One of my favourite days in Australia so far. Cycling Rottnest Island was something I desperately wanted to do even back in England, and everyone here told me it was an absolute must do. I was not disappointed. This island is an incredibly popular tourist destination thanks in part to the quokka.
An incredibly cute creature, this furry marsupial was originally mistake for a large rat by the original European visitors. Hence the name Rottnest (translated from Dutch to Rat’s Nest). The popularity of the quokka selfie has helped boost tourism to this island and fund maintenance of their stunning home.
Rottnest also has an amazing history. Before sea level rise 6000 years ago the island was attached to the mainland. It was occupied by the Whadjuk Noongar people who named it Wadjemup: ‘place across the water where the spirits are’.
Cycling Rottnest Island
This is by far the best way to get around the island. I booked the bike with the ferry which makes the collection process on the island incredibly easy. I cycled the full 22km loop round the island, stopping off at whichever stunning beach took my fancy. It’s pretty hilly so take your time!
There are a few shops at the ‘settlement’, which is the location of the ferry drop off and the overnight resorts. However round the back of the island there is very little development, apart from a lighthouse or two. Take a packed lunch to eat on the beach!
The views are just beyond words. You can see the Perth skyline from Parker Point and the initial southern beaches. I also enjoyed taking advantage of the plentiful bike lock locations and walking away from the roads onto the more secluded cliff trails.
Rottnest island Wildlife and habitat
So of course the island is home to the furry quokka, the face of Rottnest. However on my journey cycling Rottnest Island I also saw countless lizards and small birds. Information boards tell you what to look out for. Whales might also be seen from the more secluded northern headlands.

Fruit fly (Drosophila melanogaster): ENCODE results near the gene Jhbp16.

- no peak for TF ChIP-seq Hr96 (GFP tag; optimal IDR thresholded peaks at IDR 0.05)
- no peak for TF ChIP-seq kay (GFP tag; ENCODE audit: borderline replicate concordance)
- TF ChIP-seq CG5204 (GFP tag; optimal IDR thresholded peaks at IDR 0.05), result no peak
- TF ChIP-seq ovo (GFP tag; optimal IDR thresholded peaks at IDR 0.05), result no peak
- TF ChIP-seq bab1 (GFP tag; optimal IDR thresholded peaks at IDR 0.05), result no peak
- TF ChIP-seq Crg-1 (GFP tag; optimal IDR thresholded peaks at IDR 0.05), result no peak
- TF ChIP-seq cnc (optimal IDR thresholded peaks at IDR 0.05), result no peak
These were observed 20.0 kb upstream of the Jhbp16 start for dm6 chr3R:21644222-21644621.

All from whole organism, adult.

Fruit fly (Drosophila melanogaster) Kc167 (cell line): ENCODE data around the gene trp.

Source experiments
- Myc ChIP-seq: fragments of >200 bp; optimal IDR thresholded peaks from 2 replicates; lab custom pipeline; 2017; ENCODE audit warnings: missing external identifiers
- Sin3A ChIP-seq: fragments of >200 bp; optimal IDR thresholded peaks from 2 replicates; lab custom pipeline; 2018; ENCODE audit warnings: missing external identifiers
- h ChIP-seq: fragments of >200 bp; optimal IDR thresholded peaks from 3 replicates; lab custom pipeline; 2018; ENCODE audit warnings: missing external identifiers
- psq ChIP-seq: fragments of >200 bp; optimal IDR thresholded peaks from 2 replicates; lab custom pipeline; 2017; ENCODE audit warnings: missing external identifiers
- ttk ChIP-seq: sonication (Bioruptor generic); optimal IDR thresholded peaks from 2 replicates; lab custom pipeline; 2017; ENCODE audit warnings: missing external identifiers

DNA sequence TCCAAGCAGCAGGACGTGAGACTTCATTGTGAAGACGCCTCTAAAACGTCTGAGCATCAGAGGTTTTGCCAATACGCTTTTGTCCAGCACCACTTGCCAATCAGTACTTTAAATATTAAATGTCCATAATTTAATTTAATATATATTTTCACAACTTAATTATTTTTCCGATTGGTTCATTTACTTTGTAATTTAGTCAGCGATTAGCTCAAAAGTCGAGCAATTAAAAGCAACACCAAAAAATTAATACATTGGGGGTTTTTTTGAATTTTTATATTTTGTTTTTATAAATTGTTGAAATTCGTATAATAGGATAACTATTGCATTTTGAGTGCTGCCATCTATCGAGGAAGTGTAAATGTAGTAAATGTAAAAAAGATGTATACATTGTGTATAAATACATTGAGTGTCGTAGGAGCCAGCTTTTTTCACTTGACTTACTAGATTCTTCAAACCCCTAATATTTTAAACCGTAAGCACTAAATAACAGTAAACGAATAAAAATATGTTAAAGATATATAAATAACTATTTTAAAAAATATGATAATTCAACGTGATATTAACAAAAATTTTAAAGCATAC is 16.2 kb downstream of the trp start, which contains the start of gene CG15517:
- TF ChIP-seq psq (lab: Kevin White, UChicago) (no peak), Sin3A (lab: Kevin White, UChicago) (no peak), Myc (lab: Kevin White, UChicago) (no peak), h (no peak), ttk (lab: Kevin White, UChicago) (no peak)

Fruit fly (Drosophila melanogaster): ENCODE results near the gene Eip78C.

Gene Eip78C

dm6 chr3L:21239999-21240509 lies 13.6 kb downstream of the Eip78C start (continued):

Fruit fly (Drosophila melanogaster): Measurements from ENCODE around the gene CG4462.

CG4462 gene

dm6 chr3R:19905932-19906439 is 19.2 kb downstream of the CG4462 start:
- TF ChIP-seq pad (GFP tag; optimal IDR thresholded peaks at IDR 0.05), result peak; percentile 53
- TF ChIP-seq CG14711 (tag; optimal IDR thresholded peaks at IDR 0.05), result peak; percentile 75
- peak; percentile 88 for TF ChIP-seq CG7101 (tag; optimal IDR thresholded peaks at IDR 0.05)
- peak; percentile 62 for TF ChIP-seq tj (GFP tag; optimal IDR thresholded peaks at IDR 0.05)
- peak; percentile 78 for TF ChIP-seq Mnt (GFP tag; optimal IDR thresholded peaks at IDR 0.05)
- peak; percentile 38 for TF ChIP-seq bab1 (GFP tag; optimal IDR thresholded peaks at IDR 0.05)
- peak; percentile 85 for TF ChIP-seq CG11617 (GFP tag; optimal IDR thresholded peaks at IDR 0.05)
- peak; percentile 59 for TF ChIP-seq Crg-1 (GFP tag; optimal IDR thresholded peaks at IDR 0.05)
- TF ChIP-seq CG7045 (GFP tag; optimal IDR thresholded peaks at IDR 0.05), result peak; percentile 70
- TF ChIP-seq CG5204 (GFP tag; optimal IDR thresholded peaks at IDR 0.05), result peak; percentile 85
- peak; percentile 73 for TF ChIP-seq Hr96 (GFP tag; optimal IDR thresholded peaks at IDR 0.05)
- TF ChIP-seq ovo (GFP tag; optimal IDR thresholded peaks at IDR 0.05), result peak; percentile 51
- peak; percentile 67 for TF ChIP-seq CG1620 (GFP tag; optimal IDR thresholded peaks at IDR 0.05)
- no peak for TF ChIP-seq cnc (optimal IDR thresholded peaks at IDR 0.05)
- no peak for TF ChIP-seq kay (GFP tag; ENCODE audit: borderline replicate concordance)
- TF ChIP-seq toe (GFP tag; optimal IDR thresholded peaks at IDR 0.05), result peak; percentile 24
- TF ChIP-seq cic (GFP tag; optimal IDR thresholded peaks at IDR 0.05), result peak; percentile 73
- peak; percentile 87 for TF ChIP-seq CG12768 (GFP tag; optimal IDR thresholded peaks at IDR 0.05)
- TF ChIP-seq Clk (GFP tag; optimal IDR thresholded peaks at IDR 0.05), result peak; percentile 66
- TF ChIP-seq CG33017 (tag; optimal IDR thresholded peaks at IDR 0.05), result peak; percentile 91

I also saw seals at the most western point of the island, Cape Vlamingh. However by far the most breathtaking experience was seeing an Osprey! I had the view of this stunning bird to myself for a full five minutes before it opened its wings and disappeared beneath the cliff line.
If you can bear to tear your eyes off the coastline for a second, take a look inland at the salt lakes. One of my favourite places was the woodland glade on Salmon Bay headland, providing an important habitat for endangered species.
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Scrape up the money for the ferry fare (approximately $80 including bike hire from Fremantle). This is one for the bucket list! The ferry ride in itself is gorgeous, and if your particularly lucky you might catch sight of a whale (I sadly did not).
The benefits of going in the summer are obvious, because this would be a gorgeous place to swim and snorkel. However winter has its benefits too. It was so empty that sometimes I felt like I had an entire island to myself! I would cycle for 20 minute stretches without seeing a single soul.
However even in summer I bet you could find a deserted beach or two. If you are cycling Rottnest Island you can get to places that the bus doesn’t stop at, particularly round the back. The northern beaches in particular are beautiful sheltered spots to relax in.
This video below is by my favourite travel vlogger and gives you some more information on making the most of your day trip to this stunning island.
Let me know if you’ve been or are planning to go! Or any suggestions for other stunning islands around Australia x